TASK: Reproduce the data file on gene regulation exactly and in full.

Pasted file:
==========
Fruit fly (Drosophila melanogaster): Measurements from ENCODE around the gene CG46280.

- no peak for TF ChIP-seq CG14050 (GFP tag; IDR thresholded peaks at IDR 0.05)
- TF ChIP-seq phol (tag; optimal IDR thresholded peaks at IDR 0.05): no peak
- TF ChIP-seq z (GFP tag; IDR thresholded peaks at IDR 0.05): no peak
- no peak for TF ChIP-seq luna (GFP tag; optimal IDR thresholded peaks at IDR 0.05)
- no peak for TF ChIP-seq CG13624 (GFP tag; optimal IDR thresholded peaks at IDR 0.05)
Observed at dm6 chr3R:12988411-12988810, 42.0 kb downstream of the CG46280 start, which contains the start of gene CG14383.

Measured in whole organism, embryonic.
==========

Fruit fly (Drosophila melanogaster): Measurements from ENCODE around the gene CG46280.

- no peak for TF ChIP-seq CG14050 (GFP tag; IDR thresholded peaks at IDR 0.05)
- TF ChIP-seq phol (tag; optimal IDR thresholded peaks at IDR 0.05): no peak
- TF ChIP-seq z (GFP tag; IDR thresholded peaks at IDR 0.05): no peak
- no peak for TF ChIP-seq luna (GFP tag; optimal IDR thresholded peaks at IDR 0.05)
- no peak for TF ChIP-seq CG13624 (GFP tag; optimal IDR thresholded peaks at IDR 0.05)
Observed at dm6 chr3R:12988411-12988810, 42.0 kb downstream of the CG46280 start, which contains the start of gene CG14383.

Measured in whole organism, embryonic.